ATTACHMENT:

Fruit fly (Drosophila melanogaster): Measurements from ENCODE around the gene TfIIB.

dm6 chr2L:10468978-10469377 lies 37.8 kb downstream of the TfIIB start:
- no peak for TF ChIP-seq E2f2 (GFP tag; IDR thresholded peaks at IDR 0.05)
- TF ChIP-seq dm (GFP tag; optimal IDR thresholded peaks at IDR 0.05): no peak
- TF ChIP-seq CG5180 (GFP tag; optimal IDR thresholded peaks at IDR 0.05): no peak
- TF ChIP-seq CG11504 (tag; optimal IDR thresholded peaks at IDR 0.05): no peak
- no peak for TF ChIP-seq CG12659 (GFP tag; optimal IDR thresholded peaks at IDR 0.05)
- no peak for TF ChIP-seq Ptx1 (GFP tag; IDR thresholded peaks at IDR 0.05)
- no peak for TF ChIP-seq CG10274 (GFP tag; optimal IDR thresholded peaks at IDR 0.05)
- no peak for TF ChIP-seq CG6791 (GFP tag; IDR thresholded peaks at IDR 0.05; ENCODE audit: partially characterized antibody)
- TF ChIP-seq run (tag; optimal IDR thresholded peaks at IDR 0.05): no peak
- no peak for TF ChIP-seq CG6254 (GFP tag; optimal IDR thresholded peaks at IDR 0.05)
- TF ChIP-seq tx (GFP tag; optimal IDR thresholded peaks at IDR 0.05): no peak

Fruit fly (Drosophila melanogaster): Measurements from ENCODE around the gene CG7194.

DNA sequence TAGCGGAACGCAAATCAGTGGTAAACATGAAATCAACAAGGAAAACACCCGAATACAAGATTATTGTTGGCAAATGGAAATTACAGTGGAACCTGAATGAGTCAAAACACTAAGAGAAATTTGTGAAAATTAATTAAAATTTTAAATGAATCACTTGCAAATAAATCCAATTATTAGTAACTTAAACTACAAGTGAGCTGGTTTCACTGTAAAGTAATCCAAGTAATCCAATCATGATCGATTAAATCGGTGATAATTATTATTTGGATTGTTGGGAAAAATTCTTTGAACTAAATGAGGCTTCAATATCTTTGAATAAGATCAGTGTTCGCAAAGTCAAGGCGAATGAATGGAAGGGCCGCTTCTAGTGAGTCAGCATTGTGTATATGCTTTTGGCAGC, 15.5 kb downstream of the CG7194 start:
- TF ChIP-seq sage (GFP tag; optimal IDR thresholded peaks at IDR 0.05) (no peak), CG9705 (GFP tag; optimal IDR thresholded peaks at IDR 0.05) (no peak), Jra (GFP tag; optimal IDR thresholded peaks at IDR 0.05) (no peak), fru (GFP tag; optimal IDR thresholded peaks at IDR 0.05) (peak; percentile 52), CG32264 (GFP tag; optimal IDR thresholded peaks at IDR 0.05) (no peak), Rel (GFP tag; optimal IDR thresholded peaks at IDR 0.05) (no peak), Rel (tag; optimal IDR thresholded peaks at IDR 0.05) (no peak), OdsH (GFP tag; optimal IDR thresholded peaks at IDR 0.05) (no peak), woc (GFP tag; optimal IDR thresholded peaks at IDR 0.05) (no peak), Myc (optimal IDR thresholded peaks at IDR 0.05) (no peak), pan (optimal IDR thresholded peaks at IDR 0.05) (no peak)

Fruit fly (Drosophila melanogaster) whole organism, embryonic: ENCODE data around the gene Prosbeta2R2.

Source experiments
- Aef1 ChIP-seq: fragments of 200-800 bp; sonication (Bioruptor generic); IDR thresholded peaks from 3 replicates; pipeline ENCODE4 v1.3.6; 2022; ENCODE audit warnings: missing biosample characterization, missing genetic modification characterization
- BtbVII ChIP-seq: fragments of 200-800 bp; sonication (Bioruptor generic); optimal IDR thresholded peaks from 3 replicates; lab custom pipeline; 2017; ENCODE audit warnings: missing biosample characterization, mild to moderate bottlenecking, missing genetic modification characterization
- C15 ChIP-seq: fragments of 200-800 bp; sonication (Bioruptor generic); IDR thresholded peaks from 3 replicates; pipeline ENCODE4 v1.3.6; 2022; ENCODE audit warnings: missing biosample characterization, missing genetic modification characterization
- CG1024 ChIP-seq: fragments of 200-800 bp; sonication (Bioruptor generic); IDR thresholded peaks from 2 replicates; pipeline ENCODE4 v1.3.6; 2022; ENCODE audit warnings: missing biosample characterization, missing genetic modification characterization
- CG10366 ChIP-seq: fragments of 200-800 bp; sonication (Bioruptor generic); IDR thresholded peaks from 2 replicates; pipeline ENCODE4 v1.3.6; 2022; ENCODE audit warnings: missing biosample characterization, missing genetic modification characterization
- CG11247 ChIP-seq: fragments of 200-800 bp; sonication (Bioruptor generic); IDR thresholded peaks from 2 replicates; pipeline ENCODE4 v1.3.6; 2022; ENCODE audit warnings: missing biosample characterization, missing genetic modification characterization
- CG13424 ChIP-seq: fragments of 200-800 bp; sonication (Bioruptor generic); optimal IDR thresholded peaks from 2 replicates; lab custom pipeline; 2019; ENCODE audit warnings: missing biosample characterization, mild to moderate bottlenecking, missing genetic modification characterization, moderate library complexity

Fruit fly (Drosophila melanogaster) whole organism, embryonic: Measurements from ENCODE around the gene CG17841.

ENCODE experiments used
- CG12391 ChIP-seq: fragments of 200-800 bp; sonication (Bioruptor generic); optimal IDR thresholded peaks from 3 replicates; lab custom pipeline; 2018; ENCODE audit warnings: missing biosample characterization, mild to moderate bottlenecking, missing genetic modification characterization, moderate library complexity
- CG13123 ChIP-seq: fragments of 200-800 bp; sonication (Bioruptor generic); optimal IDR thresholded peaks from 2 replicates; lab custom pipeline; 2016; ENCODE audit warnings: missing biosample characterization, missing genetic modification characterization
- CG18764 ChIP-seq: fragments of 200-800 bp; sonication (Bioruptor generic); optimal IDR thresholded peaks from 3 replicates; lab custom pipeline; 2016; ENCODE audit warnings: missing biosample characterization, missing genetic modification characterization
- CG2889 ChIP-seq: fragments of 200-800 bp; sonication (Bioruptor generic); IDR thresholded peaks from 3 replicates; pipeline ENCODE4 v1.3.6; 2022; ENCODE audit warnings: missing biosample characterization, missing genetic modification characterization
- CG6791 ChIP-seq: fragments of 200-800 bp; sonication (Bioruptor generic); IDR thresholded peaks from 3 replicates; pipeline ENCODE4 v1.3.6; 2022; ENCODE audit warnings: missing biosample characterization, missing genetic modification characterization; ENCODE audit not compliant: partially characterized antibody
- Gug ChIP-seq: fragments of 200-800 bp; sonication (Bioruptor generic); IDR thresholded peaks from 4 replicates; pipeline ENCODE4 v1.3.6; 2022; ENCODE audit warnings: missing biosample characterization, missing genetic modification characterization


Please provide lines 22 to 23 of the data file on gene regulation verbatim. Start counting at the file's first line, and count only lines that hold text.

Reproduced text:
- CG1024 ChIP-seq: fragments of 200-800 bp; sonication (Bioruptor generic); IDR thresholded peaks from 2 replicates; pipeline ENCODE4 v1.3.6; 2022; ENCODE audit warnings: missing biosample characterization, missing genetic modification characterization
- CG10366 ChIP-seq: fragments of 200-800 bp; sonication (Bioruptor generic); IDR thresholded peaks from 2 replicates; pipeline ENCODE4 v1.3.6; 2022; ENCODE audit warnings: missing biosample characterization, missing genetic modification characterization